Friday, March 22, 2013

SpaceX Dragon Capsule Return Delayed One Day


CAPE CANAVERAL, Florida -- More than three weeks after arriving at the International Space Station, the SpaceX Dragon spacecraft is ready for the trip back to Earth, now scheduled for Tuesday, March 26, 2013. 


NASA says that Dragon's return date, originally scheduled for March 25, was postponed due to inclement weather developing near its targeted splashdown site in the Pacific Ocean.  The additional day spent attached to the orbiting laboratory will not affect science samples scheduled to return aboard the spacecraft. 
 

The actual removal of Dragon from the space station begins at 4:05 a.m., with release scheduled for 7:06 a.m.  Dragon will conduct a series of engine burns to take it away from the space station with the third and final departure burn taking place around 7:16 a.m. 


Dragon will be detached from the Earth-facing side of the station's Harmony module and unberthed by Expedition 35 Flight Engineer and NASA astronaut Tom Marshburn. Expedition 35 Commander Chris Hadfield of the Canadian Space Agency will back-up Marshburn and monitor Dragon's systems during the activity.


Marshburn, working from the robotic work station in the space station's cupola, will maneuver the station's robotic arm for the release of the spacecraft.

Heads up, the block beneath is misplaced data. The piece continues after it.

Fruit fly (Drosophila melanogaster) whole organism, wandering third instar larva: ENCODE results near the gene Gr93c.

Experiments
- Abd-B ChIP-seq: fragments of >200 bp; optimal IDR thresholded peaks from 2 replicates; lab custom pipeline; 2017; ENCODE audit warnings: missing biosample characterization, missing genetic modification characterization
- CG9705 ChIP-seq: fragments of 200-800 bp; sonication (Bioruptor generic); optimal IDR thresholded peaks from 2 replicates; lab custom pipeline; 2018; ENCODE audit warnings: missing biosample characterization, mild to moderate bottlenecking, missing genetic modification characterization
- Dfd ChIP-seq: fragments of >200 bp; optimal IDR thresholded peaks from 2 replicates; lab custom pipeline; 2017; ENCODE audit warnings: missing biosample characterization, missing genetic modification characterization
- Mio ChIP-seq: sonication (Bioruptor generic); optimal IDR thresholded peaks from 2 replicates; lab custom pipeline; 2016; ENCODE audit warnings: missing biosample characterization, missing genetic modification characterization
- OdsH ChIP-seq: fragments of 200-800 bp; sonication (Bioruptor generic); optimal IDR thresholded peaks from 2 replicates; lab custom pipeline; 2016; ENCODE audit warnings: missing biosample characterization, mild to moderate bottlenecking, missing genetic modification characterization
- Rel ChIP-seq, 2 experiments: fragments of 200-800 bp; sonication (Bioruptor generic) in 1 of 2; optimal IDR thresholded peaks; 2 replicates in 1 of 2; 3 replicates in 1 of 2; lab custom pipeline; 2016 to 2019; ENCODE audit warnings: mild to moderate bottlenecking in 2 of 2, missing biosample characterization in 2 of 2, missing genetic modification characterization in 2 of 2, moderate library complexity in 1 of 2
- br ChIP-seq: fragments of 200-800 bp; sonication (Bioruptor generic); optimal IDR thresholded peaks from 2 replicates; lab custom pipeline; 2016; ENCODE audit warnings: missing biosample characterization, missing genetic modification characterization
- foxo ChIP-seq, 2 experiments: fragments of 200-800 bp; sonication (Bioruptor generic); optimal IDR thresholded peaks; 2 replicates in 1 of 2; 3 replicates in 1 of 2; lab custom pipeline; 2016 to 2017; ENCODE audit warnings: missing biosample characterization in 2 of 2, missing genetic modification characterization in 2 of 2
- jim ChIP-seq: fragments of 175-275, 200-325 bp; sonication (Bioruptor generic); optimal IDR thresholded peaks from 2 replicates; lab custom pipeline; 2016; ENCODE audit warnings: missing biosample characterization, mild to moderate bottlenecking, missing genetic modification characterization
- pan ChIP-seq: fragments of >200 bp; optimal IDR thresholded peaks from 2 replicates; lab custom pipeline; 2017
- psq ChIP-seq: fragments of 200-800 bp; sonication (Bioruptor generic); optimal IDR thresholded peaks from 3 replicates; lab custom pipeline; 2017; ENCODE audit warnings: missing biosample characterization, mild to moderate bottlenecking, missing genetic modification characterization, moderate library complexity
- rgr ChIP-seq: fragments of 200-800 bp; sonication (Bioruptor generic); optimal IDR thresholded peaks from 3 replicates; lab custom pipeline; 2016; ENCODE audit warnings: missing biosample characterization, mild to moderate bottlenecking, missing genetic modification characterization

Dragon is the only space station resupply spacecraft able to return to Earth intact. It will return about 2,668 pounds (1,210 kilograms) of science samples from human research, biology and biotechnology studies, physical science investigations and education activities.   


During launch, the capsule carried about 1,200 pounds of supplies for the space station crew and experiments being conducted aboard the orbiting laboratory. 


Experiment samples coming back to Earth will help researchers continue to assess the impact of long-duration spaceflight on the human body. Returning plant samples will aid in food production during future long-duration space missions and enhance crop production on Earth. Crystals grown aboard and returning from the station could help in the development of more efficient solar cells and semiconductor-based electronics.



Dragon’s deorbit burn will take place approximately 11:40 a.m. with splashdown scheduled for 12:36 p.m. about 246 miles off the coast of Baja California.  Dragon will take about 30 hours to return to port, at which point several critical science samples will be handed over to NASA for a return trip back to Houston that day.


The mission is the second of 12 SpaceX flights contracted by NASA to resupply the International Space Station. It is the third trip by a Dragon capsule to the orbiting laboratory, following a demonstration flight in May 2012 and the first resupply mission in October 2012.

PHOTO: SpaceX photo of first Dragon splashdown.